Gearing the energy revolution to climate protection targets

WINGAS Managing Director Ludwig Möhring: "Integrated solutions must also be cost-effective"

Düsseldorf/Kassel. "The energy revolution has reached a fork in the road: while the development of renewable energies is welcome news, there are unanswered questions regarding affordability, supply security and – paradoxically – whether we will meet the climate protection targets for 2020," said Ludwig Möhring, WINGAS Managing Director and the person responsible for sales, at the "Stadtwerke 2015" annual conference in Düsseldorf. "Unless additional measures are taken, we will definitely miss the targets for reducing CO2." As Möhring pointed out, however, the only way to ensure that the energy supply system is affordable in the long term is to rethink it, paying particular attention to climate protection and the associated costs: "The euphoria in connection with the energy revolution has largely evaporated – this is reflected in the opinions of municipal utility company customers from all over Germany." With a market share of around 20 percent, WINGAS is one of the biggest natural gas suppliers in Germany.

"From the point of view of the energy revolution and the coalition contract, implementation of the Federal Environment Ministry's "Klimaschutz 2020" campaign program is only logical," emphasized Möhring, addressing representatives from industry and politics. "One of the points in it – the reduction of CO2 emissions by 22 million tons per year in the electricity sector – has now triggered a long overdue discussion. In view of the economic implications, however, this discussion regarding the transition from conventional electricity generation to a low-CO2 world should be conducted carefully and with a sense of proportion." According to Möhring, the modern electricity generation landscape of the 21st century must combine renewable and conventional electricity production, while taking into account affordability and supply security: "Only with this integrated approach geared to climate protection and its costs can we ensure that the energy revolution is justified and credible as a possible success model for other economies."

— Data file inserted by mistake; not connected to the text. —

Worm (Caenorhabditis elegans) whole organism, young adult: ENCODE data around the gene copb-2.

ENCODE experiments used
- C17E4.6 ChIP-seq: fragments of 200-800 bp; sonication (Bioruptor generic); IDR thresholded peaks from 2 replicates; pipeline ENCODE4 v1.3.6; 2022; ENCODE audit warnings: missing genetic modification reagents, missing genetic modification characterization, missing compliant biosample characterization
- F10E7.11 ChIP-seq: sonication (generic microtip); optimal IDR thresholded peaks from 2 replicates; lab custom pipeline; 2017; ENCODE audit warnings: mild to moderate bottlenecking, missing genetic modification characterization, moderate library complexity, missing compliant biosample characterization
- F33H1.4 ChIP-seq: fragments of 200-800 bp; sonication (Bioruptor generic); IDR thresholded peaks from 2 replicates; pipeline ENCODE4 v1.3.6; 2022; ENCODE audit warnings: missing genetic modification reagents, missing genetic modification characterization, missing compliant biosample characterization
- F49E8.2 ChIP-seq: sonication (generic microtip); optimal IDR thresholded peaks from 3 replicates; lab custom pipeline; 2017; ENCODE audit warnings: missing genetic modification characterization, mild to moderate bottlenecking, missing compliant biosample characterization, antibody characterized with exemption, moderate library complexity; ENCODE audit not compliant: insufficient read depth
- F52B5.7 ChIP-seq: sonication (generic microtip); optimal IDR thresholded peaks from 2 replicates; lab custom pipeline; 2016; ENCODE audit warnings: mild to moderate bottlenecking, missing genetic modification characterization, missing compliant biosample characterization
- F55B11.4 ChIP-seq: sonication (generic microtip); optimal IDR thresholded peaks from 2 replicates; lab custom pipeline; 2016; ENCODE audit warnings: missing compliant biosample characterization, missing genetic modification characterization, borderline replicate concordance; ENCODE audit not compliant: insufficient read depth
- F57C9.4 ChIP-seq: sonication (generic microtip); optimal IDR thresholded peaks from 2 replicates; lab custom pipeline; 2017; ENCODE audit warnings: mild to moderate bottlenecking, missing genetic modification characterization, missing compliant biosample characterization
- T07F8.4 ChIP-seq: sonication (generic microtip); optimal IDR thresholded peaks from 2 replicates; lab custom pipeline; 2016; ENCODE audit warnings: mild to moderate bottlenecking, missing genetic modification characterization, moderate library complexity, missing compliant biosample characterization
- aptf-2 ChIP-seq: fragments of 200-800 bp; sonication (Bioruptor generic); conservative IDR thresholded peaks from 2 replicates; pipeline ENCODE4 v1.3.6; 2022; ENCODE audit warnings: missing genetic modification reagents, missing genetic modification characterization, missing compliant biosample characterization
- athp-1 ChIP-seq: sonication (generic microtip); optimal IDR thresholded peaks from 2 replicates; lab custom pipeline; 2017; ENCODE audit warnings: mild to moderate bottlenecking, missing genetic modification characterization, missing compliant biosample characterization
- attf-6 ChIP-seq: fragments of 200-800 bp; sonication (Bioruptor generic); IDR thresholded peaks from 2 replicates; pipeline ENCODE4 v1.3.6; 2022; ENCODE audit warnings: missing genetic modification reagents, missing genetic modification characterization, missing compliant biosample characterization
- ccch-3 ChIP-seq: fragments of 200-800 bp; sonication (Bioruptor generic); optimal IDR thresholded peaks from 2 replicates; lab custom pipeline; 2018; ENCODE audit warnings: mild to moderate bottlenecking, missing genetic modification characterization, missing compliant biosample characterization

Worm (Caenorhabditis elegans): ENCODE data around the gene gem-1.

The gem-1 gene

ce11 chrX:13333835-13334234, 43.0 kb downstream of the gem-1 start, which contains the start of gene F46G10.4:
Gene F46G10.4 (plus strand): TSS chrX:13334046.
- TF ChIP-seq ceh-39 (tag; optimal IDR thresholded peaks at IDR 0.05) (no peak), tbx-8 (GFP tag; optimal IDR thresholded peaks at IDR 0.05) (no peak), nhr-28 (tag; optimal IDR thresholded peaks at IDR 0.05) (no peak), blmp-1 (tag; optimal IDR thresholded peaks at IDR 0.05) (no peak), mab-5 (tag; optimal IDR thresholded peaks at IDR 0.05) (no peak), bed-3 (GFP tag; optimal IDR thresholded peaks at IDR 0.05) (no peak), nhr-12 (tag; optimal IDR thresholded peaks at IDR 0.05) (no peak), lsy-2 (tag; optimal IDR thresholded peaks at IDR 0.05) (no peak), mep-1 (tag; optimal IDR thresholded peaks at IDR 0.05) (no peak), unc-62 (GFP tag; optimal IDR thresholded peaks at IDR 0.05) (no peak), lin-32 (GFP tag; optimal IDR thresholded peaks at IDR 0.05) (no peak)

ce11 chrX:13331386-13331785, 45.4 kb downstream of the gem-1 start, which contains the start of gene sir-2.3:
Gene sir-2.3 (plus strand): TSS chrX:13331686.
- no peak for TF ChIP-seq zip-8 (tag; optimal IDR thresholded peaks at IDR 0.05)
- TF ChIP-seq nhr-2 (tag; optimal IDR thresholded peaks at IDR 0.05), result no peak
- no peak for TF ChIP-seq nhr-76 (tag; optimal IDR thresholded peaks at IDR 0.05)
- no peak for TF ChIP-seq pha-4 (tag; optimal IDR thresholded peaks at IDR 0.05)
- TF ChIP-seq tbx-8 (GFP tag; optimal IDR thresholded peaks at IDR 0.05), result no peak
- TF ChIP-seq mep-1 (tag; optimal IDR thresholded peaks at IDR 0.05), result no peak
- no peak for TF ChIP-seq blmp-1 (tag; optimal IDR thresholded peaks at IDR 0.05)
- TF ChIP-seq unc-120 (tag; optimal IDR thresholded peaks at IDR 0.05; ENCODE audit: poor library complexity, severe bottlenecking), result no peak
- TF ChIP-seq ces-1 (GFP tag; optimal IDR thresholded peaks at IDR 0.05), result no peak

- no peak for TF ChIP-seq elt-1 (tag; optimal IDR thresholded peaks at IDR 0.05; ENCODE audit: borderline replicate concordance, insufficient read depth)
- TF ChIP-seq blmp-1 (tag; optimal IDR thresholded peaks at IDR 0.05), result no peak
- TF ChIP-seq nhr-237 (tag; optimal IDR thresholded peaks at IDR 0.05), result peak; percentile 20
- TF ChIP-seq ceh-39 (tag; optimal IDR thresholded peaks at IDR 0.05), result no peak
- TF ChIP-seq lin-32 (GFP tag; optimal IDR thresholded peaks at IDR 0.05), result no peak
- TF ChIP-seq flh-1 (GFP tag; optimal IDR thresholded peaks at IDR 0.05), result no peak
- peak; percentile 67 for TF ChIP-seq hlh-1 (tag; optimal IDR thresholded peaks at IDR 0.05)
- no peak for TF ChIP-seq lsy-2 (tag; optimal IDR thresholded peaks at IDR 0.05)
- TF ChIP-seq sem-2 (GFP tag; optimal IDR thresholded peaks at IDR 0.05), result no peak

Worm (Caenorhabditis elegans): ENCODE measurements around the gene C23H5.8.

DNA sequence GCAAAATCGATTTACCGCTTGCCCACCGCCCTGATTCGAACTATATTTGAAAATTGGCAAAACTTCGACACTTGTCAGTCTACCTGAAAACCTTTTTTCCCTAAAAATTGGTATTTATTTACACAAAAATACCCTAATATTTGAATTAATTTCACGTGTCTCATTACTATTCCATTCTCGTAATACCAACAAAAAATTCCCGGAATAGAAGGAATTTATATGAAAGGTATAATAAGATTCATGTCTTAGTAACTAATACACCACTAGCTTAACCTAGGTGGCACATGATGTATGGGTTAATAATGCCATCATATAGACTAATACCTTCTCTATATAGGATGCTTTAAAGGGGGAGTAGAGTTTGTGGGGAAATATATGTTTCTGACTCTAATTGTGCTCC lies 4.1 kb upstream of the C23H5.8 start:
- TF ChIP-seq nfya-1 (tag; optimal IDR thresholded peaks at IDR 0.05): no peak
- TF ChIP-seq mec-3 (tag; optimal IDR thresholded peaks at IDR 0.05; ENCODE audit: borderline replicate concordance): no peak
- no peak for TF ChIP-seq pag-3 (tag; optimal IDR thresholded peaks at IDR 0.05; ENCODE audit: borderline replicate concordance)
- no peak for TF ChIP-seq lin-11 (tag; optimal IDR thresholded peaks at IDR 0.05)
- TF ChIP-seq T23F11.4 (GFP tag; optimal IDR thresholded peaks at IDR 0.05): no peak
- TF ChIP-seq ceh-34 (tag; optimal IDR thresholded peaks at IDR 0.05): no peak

A prominent example is combined heat and power technology (CHP). "When it comes to developing CHP, the government has been incredibly cautious to date," said the WINGAS sales boss. "At the same time, the financial subsidies for CHP technology are currently less than €500 million and thus below the maximum amount of €750 million per year." Möhring is certain that focusing, as suggested, on climate-oriented subsidies for highly efficient gas-fired CHP plants would make sense. However, he believes that a possible change in the amendment to the Combined Heat and Power Act (KWKG) whereby the 25 percent target would relate to conventional power plant stock only equates to a reduction of the CHP targets in Germany. "The development of CHP is a major opportunity to encourage the lasting decarbonization of the energy landscape, to create additional electricity capacity capable of meeting base load requirements and to relieve the burden on electricity networks by supplying electricity locally," explained Möhring. "Why are the targets for developing CHP and appropriate CHP subsidies not discussed in the overall context of reducing CO2 in the electricity market, ensuring supply security and the associated costs compared to other alternatives?" said Möhring, speaking in Düsseldorf.

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